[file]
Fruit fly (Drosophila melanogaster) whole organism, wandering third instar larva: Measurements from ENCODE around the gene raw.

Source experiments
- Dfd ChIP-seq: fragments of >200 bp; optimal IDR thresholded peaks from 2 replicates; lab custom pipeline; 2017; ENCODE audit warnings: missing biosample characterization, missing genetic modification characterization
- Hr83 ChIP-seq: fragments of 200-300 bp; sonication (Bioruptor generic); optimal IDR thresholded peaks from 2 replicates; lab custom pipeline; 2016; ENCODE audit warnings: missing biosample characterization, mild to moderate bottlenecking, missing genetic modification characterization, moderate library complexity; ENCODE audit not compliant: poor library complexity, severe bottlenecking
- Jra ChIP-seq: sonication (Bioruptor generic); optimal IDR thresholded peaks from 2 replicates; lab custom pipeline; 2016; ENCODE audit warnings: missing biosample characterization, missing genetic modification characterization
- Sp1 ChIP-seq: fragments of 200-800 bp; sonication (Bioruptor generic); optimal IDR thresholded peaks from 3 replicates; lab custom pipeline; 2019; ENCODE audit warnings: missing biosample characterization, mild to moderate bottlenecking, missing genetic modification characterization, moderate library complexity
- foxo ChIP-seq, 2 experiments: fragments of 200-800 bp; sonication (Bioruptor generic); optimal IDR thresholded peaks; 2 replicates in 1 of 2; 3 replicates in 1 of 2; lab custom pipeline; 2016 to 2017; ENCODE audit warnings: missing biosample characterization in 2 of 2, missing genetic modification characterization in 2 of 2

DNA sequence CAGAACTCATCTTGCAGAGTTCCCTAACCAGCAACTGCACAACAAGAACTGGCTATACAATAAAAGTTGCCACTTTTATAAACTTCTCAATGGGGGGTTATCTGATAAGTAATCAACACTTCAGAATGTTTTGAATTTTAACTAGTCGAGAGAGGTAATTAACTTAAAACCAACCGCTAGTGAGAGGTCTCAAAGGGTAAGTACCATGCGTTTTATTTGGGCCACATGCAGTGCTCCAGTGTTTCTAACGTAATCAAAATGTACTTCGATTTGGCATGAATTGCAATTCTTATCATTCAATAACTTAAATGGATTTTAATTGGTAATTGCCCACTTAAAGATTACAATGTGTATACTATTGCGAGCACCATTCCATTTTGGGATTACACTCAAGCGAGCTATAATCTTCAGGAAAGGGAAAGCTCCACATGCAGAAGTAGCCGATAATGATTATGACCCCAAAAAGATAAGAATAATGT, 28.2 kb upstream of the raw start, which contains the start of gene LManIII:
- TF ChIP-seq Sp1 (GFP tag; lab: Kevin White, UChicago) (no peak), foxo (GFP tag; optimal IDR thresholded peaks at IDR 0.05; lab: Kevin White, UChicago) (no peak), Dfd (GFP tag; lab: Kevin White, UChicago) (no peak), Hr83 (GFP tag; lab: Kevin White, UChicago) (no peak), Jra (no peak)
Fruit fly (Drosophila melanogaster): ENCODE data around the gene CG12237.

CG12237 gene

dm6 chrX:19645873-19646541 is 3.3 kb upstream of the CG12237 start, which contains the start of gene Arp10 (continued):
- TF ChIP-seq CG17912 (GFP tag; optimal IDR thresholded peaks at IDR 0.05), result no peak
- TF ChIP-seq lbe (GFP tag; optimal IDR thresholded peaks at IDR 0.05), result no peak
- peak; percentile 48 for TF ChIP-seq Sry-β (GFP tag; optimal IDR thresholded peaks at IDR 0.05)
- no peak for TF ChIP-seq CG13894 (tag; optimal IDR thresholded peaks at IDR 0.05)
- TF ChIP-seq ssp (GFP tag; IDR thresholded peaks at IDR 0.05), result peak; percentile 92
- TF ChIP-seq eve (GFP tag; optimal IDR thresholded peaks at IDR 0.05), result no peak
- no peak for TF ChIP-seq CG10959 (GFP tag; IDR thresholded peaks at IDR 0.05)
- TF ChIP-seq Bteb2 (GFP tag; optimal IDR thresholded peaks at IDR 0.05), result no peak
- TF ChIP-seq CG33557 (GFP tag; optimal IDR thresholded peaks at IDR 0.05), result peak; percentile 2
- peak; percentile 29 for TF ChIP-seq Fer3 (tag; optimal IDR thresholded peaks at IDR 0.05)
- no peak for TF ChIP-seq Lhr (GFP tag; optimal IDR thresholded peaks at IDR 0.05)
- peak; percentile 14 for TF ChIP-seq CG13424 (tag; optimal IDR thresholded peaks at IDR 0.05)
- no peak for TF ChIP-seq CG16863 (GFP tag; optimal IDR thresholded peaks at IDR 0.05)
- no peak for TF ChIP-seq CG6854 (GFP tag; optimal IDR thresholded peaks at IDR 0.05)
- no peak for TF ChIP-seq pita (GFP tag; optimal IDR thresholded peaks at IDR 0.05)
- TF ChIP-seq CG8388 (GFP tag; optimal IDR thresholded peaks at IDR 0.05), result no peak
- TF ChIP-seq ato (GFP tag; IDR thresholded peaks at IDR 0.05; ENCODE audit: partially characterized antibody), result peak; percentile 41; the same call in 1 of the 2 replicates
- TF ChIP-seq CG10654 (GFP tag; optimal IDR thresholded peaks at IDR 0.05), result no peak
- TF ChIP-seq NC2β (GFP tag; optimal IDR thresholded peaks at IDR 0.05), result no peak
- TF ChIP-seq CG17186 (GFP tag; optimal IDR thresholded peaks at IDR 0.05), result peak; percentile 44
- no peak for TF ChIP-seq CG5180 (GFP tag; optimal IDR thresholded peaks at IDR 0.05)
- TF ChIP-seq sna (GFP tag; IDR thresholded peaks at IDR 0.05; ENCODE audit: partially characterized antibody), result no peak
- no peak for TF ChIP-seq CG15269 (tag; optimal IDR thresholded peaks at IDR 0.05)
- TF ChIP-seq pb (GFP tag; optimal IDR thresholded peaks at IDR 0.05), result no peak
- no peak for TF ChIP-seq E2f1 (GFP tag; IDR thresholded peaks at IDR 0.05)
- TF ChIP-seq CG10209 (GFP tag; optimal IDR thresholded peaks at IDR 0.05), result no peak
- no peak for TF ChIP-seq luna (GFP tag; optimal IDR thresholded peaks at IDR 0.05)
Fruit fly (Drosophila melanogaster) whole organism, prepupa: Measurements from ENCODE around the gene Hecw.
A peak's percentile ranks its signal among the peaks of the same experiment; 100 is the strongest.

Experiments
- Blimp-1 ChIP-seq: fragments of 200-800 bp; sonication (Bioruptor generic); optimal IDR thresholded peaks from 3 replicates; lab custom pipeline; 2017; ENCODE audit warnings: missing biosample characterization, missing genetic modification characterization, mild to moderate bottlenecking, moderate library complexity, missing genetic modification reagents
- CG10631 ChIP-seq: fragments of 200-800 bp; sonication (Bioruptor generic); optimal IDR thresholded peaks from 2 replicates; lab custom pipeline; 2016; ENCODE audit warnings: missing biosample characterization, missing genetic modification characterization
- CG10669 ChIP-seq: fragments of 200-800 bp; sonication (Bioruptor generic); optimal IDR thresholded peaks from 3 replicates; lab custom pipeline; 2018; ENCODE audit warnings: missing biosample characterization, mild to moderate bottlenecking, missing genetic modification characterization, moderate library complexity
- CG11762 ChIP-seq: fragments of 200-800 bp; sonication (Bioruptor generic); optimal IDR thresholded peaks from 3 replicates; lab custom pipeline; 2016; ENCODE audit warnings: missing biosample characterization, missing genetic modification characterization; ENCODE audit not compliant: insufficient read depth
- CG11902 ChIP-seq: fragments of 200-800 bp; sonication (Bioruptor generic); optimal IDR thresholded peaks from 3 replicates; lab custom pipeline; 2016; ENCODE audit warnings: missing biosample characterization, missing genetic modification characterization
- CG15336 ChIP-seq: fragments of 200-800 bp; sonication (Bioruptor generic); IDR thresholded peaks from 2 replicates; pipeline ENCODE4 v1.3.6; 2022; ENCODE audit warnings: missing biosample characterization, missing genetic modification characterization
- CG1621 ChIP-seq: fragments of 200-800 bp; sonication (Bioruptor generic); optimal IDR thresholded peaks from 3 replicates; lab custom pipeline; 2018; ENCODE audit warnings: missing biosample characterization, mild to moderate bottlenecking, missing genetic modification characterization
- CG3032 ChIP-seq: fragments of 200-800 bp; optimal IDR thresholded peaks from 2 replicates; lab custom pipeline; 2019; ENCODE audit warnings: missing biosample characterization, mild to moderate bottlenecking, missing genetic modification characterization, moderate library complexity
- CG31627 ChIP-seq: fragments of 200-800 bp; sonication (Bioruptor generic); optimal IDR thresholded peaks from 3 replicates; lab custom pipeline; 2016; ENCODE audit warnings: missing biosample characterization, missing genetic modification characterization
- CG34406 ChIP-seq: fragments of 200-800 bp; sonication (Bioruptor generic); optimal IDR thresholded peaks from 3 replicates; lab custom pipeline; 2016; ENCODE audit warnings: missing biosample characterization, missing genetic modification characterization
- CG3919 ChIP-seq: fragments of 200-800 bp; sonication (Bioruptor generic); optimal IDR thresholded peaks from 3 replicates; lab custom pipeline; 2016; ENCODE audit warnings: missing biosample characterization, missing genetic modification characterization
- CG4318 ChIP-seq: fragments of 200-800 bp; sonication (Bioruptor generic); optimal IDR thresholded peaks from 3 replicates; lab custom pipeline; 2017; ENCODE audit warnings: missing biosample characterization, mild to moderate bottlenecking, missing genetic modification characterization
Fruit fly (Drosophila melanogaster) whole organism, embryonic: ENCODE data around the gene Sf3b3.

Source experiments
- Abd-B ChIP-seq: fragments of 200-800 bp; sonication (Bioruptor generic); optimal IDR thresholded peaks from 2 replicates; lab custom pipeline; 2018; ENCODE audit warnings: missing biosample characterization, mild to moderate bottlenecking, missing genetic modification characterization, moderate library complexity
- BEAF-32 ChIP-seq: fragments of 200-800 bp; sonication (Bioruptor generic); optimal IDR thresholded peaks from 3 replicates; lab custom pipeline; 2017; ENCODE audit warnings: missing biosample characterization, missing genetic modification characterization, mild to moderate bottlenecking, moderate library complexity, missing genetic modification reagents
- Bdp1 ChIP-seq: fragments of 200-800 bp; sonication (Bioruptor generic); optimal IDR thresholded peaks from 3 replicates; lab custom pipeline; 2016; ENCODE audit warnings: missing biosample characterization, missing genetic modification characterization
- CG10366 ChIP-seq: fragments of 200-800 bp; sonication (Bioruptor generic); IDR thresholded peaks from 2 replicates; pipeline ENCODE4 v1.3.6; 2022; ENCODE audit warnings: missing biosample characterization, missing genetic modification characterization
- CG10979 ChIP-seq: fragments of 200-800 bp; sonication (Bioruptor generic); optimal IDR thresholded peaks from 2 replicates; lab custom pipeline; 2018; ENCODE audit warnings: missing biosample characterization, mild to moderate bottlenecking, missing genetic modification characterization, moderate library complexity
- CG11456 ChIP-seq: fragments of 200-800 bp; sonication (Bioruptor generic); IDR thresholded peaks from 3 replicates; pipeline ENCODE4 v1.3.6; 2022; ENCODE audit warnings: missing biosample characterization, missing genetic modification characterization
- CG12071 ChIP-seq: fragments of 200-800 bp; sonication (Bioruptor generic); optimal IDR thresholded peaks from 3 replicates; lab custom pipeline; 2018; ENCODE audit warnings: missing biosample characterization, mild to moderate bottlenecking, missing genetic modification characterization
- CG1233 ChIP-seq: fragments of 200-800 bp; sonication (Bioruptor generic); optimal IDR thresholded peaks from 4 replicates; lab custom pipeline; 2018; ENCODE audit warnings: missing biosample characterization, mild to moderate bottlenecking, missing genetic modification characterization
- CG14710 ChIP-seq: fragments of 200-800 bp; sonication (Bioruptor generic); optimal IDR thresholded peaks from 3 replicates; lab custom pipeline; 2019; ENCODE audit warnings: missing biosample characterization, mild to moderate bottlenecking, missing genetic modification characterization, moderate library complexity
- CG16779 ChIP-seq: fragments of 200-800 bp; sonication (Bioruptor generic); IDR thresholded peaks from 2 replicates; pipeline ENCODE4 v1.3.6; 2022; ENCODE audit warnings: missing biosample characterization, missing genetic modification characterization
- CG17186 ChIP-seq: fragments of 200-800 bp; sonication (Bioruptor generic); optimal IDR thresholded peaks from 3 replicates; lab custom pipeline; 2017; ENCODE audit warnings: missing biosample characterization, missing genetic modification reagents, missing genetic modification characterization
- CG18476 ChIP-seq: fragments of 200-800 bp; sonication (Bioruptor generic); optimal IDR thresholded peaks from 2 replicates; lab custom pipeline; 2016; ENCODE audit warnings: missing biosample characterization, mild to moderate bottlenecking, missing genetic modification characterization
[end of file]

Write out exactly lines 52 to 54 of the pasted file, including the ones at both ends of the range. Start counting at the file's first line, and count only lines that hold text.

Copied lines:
- CG34406 ChIP-seq: fragments of 200-800 bp; sonication (Bioruptor generic); optimal IDR thresholded peaks from 3 replicates; lab custom pipeline; 2016; ENCODE audit warnings: missing biosample characterization, missing genetic modification characterization
- CG3919 ChIP-seq: fragments of 200-800 bp; sonication (Bioruptor generic); optimal IDR thresholded peaks from 3 replicates; lab custom pipeline; 2016; ENCODE audit warnings: missing biosample characterization, missing genetic modification characterization
- CG4318 ChIP-seq: fragments of 200-800 bp; sonication (Bioruptor generic); optimal IDR thresholded peaks from 3 replicates; lab custom pipeline; 2017; ENCODE audit warnings: missing biosample characterization, mild to moderate bottlenecking, missing genetic modification characterization